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Fork/handlebar recommendation for building a tourer from an MTB

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Fork/handlebar recommendation for building a tourer from an MTB

Old 04-14-15, 12:54 PM
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Fork/handlebar recommendation for building a tourer from an MTB

I have a 2001 Raleigh M60 I picked up. I want to convert it to a touring machine. First thing that needs to be done is get rid of the front shock. What would be a good inexpensive fork that I can replace it with, not looking for a brand new fork? And what would you recommend as handlebars?
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Old 04-14-15, 01:28 PM
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Trekking bars .. Nashbar Trekking Mountain Bike Handlebar

Fork Nashbar Rigid Mountain Bike Fork
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Old 04-14-15, 01:37 PM
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Originally Posted by fietsbob
I like that price on those trekking bars! Before dropping $50 on a new fork...wonder if I could just find a MTB at a garage sale that would fit the Raleigh?
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Old 04-14-15, 01:40 PM
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I wonder about Texas in general..
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Old 04-14-15, 03:51 PM
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Originally Posted by fietsbob
I wonder about Texas in general..
oookay...lay off the sauce man.
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Old 04-14-15, 04:06 PM
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Originally Posted by Flyboy718
I like that price on those trekking bars! Before dropping $50 on a new fork...wonder if I could just find a MTB at a garage sale that would fit the Raleigh?
I suspect most garage sale mountain bikes that are not suspension will not have the right fork length to go on your suspension frame. Or, did you mean to convert a garage sale bike instead of the Raleigh?

Originally Posted by fietsbob
Thanks for the info on that fork. I did not know you could get a suspension corrected fork that cheap.
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Old 04-14-15, 04:15 PM
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Vintage MTBs are cheap. I'd buy a good quality vintage mtb to convert to a touring bike. You can take off any parts from the Raleigh you want to keep and use them on your vintage bike. Then you sell the resulting franken raleigh M60 to recoup most if not all of your expenses.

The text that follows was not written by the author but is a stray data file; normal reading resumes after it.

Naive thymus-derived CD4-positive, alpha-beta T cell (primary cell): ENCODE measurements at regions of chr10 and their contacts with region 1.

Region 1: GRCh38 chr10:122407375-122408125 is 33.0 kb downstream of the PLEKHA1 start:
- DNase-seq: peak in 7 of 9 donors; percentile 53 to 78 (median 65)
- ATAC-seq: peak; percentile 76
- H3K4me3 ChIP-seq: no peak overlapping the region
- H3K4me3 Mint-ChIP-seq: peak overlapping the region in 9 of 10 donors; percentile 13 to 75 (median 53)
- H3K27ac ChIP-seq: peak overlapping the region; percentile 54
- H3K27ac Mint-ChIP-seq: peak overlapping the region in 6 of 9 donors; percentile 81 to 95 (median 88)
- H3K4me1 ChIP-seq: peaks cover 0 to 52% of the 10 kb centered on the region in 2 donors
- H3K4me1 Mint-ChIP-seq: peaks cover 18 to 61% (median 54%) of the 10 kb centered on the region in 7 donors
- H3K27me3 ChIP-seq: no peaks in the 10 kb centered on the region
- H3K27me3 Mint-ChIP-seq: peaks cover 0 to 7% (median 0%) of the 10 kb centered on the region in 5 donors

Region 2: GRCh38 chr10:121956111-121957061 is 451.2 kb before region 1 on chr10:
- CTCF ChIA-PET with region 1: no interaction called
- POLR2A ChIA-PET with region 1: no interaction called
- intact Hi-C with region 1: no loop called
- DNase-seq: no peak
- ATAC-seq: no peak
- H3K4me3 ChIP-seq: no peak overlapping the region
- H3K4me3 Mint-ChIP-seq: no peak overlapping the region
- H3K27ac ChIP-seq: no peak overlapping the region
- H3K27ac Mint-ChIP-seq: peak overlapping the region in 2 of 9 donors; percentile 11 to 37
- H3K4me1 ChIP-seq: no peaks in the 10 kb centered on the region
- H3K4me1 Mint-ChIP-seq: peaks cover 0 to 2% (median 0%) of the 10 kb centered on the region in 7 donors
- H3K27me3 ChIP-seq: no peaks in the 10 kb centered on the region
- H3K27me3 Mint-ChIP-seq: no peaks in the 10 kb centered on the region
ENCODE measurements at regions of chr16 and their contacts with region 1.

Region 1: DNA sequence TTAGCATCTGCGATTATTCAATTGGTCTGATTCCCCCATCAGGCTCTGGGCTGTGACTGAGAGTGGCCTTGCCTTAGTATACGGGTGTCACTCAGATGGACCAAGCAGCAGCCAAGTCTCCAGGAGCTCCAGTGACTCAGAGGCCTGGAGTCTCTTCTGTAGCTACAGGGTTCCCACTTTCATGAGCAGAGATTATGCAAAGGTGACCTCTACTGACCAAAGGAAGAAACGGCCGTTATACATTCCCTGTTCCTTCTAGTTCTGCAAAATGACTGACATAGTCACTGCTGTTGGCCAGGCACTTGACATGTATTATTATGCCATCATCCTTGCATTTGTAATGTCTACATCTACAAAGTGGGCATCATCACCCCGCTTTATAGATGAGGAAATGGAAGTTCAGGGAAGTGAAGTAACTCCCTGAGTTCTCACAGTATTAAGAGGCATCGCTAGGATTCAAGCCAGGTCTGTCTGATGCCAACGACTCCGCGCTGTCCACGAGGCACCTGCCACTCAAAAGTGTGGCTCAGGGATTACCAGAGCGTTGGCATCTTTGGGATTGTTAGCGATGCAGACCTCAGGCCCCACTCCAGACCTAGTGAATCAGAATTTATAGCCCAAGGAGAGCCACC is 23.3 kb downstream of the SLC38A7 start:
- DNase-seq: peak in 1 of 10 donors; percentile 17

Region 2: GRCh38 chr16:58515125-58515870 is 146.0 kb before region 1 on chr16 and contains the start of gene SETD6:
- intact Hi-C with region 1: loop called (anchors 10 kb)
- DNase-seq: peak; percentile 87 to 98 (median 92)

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Old 04-14-15, 04:16 PM
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Originally Posted by Tourist in MSN
I suspect most garage sale mountain bikes that are not suspension will not have the right fork length to go on your suspension frame. Or, did you mean to convert a garage sale bike instead of the Raleigh?



Thanks for the info on that fork. I did not know you could get a suspension corrected fork that cheap.
How do you measure your fork to know what size that you have?
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Old 04-14-15, 04:30 PM
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Go back far enough and the forks are not so long and the frames are made around them And for Just Rim brakes, not Discs.

forks have A crown race seat to axle~ blade length* : an off set from the steering axis or rake; steerer tube diameter, and length.

* suspension fork that varies as the fork Takes up The Bumps and sags under the rider's weight.
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Old 04-16-15, 07:17 PM
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I use moustach bars on my old cannondale mtb converted touring bike. I first saw them on Rivendel's web site. Riv is a big fan. I got mine off of Ebay for a lot less. I love 'em too. Lots of hand pos. I did have to stretch open the thumb shifters and brake leavers abit to fit the fatter road dia. No biggie though. Some day I'll get around to mounting bar-end shifters.
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Old 04-16-15, 09:44 PM
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Originally Posted by Flyboy718